Ep. 245 Women’s Sexual Health and Longevity with Dr. Amy Killen

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I am honored to connect with Dr. Amy Killen today! She is a leading longevity and regenerative physician specializing in “Sex and Skin.” She is also an international speaker, author, educator, mother of three, a should-be rapper, and founder of the Human Optimization Project (HOP).

Having had three kids within two years while also getting up at 3 am to be on time for her 4 am ER shifts made Dr. Killen’s life sleep-deprived, crazy, and stressed. Then, she noticed that many ER patients were coming in with acute problems related to issues similar to her own and realized that she needed to learn a whole new set of tricks and tools if she wanted to help them and herself.

Dr. Killen has positioned herself as the female expert on biohacking, sexual health, and skin health. In this episode, we dive into her medical background and her transition into a longevity and sexual health guru. We discuss longevity, functional and regenerative medicine, ovarian aging, the impact of lifestyle on our sexual health, de-stigmatizing women’s sexual needs and health, microdosing, supplements, and addressing changes in our skin and hair in perimenopause and menopause.

“I’m a firm believer that menopause is a disease unto itself.”

-Dr. Amy Killen


  • How Dr. Killen shifted from being an ER doctor to doing what she does today.
  • Dr. Killen explains why she believes menopause is a disease unto itself.
  • How the Women’s Health Initiative created fear around taking or prescribing hormones.
  • Only one in five mammals go through menopause, so why does it happen to humans?
  • How do diet and lifestyle impact the aging process?
  • The serious ramifications of environmental toxins.
  • The importance of de-stigmatizing sex.
  • The role nitric oxide plays in sexual health.
  • Dr. Killen discusses various regenerative therapy options for women.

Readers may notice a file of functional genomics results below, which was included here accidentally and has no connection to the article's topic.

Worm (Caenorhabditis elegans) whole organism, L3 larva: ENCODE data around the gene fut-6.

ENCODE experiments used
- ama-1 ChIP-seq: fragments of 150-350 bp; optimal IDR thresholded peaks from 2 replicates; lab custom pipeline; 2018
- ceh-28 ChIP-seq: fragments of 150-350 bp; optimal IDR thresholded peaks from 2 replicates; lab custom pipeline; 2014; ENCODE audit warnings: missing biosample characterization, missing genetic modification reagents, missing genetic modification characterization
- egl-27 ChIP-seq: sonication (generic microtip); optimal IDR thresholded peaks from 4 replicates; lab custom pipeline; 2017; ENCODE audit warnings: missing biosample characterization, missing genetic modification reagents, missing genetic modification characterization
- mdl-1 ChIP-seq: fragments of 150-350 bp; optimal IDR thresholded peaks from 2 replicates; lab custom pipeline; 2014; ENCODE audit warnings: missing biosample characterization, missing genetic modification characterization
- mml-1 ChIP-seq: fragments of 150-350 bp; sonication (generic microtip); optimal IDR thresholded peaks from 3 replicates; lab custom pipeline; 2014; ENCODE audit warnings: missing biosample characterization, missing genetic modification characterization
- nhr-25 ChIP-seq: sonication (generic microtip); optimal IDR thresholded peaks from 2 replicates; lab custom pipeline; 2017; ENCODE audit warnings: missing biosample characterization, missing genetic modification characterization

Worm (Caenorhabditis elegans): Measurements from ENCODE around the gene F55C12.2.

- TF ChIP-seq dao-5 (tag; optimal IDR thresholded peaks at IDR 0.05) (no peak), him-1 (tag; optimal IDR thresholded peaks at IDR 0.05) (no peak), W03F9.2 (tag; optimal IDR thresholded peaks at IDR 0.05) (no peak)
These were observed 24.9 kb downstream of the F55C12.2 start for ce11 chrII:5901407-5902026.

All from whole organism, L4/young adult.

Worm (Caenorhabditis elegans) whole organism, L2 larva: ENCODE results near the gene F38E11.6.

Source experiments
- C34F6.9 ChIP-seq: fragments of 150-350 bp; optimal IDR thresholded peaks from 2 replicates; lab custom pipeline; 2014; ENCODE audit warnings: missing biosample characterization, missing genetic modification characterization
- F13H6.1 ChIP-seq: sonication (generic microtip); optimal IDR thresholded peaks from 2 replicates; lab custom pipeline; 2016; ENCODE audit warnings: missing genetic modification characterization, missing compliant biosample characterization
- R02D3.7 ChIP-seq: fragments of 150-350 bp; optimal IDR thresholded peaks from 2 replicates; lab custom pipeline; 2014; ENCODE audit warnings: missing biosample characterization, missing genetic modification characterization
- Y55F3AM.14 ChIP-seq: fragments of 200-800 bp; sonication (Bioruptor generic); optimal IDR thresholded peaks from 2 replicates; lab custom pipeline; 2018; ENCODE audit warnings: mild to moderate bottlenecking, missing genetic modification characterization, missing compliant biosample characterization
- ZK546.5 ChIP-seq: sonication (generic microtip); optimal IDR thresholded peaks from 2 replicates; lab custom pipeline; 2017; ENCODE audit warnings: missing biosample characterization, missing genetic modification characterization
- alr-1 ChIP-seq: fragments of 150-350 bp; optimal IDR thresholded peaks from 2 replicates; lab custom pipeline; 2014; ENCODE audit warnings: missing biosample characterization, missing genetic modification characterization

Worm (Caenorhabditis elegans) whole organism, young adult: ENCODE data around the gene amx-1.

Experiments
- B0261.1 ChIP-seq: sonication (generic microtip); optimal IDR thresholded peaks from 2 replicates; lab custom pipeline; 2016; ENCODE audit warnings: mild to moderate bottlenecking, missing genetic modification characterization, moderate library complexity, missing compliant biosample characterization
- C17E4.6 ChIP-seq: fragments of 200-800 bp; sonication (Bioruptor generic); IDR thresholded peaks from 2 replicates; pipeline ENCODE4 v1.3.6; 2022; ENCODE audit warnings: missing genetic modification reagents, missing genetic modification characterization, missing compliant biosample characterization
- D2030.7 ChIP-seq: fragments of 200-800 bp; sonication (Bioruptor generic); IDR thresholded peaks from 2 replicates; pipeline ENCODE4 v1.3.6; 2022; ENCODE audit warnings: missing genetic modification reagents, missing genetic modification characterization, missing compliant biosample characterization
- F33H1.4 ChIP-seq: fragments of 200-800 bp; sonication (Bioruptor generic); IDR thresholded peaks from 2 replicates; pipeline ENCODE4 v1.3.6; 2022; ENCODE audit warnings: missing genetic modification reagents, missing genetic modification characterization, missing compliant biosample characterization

• The pros and cons of some new and novel medications and supplements for weight loss and longevity.
  • Dr. Killen discusses her recently-launched longevity product, HopBox.
  • Some of the modalities Dr. Killen uses to help middle-aged women improve their skin and hair.


Dr. Amy B Killen is a leading longevity and regenerative physician specializing in “Sex and Skin.” In her Utah-based practices, she combines stem cell injections with photobiomodulation, shockwave therapy, bioidentical hormones, peptides, and an old-fashioned healthy lifestyle to give patients unparalleled synergistic regenerative effects for skin, hair, and sexual systems. Dr. Killen is an international speaker, author, educator, mother of three, a should-be rapper, and founder of the Human Optimization Project (HOP).

Connect with Cynthia Thurlow

Connect with Dr. Amy Killen

On her websites:   www.dramykillen.com, www.hopbox.life, or www.docereclinics.com

On Facebook, Instagram, and YouTube


Cynthia Thurlow: Welcome to Everyday Wellness Podcast. I’m your host, Nurse Practitioner, Cynthia Thurlow. This podcast is designed to educate, empower, and inspire you to achieve your health and wellness goals. My goal and intent, is to provide you with the best content and conversations from leaders in the health and wellness industry each week and impact over a million lives.